Looking for some quality comedy entertainment to check out? Who better to turn to for under-the-radar comedy recommendations than comedians? In our recurring series Underrated, we chat with writers and performers from the comedy world about an unsung comedy moment of their choosing that they think deserves more praise.
Although COVID-19 has postponed the HBO Max reunion indefinitely, Friends is truly a franchise that won’t die. The Thanksgiving episodes made their theatrical debut last year, and every time a cast member joins Instagram it’s a royal wedding–level PR event. But, as David Schwimmer recently had to be reminded, there was a Friends before Friends. It was called Living Single. For five seasons on Fox, Queen Latifah & Co. lived, loved, and laughed in Brooklyn. In the series, three roommates live in the same building as three of their friends. They cope with the work-life balance in the go-go ’90s and all wind up dating each other. And the opening credits are iconic. Sound familiar?
Since its streaming debut on Hulu, a whole new audience has been turned on to Synclaire’s cluelessness and Kyle’s fashions. But comedian and Black Monday writer Yassir Lester was there from the jump. Lester recently spoke with Vulture about how Living Single taught him at a young age that adults are people, too, the limits of how much you can learn from issue-based comedy, and what hypebeasts owe to Kyle Barker.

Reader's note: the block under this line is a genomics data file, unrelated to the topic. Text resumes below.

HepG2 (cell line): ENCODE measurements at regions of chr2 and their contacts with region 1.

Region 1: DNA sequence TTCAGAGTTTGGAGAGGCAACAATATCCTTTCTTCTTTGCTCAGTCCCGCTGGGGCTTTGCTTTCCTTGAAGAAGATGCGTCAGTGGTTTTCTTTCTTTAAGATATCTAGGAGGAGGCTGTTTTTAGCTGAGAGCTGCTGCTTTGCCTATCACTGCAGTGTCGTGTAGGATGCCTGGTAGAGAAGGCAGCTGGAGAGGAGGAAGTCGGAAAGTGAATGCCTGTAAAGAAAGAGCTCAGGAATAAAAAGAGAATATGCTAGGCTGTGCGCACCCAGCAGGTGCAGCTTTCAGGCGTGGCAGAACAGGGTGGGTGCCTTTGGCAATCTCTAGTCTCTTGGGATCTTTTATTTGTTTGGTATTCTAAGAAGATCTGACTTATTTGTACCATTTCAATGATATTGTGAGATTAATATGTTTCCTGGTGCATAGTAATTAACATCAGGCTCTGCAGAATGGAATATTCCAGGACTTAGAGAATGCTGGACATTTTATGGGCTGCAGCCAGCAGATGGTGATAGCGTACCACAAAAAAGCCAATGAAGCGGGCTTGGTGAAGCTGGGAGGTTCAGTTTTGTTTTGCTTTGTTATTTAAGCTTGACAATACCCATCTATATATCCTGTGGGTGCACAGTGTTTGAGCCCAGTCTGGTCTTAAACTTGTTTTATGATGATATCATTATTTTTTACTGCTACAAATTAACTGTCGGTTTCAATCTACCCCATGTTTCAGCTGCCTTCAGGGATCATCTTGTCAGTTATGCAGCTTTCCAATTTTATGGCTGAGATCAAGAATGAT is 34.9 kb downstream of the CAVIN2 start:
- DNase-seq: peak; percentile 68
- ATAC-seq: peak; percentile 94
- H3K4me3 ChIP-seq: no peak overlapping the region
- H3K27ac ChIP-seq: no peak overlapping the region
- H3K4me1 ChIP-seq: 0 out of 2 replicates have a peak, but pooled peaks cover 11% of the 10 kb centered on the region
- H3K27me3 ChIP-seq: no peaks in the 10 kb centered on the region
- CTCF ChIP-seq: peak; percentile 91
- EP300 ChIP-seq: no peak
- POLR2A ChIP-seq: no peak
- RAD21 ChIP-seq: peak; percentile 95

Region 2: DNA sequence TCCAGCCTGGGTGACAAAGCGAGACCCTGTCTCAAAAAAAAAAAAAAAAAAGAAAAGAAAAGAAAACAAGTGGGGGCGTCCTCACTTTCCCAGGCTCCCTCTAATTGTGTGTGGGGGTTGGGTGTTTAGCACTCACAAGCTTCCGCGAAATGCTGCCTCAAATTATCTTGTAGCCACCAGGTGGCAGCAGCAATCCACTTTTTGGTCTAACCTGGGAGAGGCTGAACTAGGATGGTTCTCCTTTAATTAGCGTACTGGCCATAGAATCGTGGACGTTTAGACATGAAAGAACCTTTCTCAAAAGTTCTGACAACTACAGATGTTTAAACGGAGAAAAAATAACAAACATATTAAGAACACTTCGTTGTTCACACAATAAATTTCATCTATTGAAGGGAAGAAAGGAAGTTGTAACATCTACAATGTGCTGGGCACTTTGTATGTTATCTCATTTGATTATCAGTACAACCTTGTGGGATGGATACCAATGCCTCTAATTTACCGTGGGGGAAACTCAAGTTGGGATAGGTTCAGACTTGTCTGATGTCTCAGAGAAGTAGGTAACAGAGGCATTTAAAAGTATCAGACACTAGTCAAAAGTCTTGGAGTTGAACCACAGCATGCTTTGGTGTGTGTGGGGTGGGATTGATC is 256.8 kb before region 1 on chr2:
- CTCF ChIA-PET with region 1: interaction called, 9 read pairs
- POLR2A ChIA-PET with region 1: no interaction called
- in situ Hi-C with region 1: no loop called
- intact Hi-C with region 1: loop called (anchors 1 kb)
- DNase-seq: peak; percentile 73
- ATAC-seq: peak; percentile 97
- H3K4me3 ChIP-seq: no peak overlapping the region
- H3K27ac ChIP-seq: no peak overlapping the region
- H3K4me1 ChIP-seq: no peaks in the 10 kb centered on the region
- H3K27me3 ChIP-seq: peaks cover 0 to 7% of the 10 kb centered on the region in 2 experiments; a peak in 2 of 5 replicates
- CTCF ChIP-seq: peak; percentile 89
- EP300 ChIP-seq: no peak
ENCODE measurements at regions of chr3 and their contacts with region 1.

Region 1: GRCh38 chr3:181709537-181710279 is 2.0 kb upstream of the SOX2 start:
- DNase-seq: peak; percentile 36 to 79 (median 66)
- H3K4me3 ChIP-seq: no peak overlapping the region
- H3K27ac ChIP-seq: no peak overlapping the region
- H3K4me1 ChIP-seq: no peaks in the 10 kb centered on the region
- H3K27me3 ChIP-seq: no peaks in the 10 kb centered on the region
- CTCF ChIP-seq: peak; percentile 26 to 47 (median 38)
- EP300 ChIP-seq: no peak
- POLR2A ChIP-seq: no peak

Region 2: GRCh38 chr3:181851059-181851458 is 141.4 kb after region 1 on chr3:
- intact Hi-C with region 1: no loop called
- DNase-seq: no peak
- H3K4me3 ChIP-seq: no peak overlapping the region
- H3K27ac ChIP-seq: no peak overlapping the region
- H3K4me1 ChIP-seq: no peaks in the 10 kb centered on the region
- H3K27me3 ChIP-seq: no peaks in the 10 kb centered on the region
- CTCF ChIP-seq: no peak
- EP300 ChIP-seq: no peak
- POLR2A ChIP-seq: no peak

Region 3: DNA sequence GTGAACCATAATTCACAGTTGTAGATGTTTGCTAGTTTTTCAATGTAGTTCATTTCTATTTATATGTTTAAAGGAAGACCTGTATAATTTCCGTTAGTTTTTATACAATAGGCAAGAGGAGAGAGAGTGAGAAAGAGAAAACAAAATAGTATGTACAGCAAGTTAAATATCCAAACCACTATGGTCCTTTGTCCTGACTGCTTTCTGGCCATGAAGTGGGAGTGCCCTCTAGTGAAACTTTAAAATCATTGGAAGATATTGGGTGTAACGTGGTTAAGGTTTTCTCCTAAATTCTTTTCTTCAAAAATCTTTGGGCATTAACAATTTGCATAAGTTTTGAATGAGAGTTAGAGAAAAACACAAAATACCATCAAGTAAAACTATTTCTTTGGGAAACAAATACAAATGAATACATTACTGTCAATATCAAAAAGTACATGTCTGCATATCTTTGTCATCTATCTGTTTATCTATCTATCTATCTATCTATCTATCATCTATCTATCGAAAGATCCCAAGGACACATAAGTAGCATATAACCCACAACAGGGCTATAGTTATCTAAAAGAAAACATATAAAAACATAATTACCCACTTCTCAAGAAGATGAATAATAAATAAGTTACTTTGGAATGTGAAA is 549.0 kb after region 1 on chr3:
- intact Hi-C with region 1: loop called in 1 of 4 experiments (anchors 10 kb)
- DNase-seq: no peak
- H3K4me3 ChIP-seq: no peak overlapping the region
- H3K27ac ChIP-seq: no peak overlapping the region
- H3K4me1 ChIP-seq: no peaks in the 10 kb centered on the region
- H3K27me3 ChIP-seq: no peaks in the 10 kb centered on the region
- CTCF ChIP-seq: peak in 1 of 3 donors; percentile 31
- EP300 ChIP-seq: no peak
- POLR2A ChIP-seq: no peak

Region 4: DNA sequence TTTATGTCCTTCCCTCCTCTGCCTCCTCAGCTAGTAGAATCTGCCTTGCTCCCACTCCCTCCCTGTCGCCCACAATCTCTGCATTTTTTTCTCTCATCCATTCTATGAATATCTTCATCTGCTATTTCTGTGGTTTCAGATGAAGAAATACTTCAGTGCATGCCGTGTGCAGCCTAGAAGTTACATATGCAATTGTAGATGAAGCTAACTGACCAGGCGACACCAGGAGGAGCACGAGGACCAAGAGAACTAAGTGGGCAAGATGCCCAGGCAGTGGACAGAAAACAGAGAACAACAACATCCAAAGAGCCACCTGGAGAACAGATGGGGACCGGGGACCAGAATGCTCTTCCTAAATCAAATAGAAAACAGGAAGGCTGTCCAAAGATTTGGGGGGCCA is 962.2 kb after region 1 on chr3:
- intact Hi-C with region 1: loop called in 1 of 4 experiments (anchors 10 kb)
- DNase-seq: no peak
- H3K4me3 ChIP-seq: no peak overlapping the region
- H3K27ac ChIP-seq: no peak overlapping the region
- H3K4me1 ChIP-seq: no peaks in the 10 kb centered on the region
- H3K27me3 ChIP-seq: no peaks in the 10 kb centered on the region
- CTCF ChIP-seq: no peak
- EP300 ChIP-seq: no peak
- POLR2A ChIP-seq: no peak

What do you love about Living Single?
The show was definitely on when I was a young man — a very young man, probably like 11. At the time I, my brother, my sister, and my mom lived with two of my aunts, Angie and Adele, and their kids also. So we lived in this weird, broke version of Living Single: the same thing with more kids and way less money. So it’s always been this weird association in my life. You kind of think of your mom and aunts and all these adults as monolithic. Living Single was the first thing that made me think, Oh, these are fully formed people who still want to have fun. Uncle Phil and Aunt Viv on Fresh Prince were phenomenal, but they were adult adults, you know? Whereas Living Single was like, I could probably end up a Kyle. And my mom and aunts are probably more like these women than I want to believe.
This show really centers the four women. Do you think that helped you understand that women have, like, interior lives?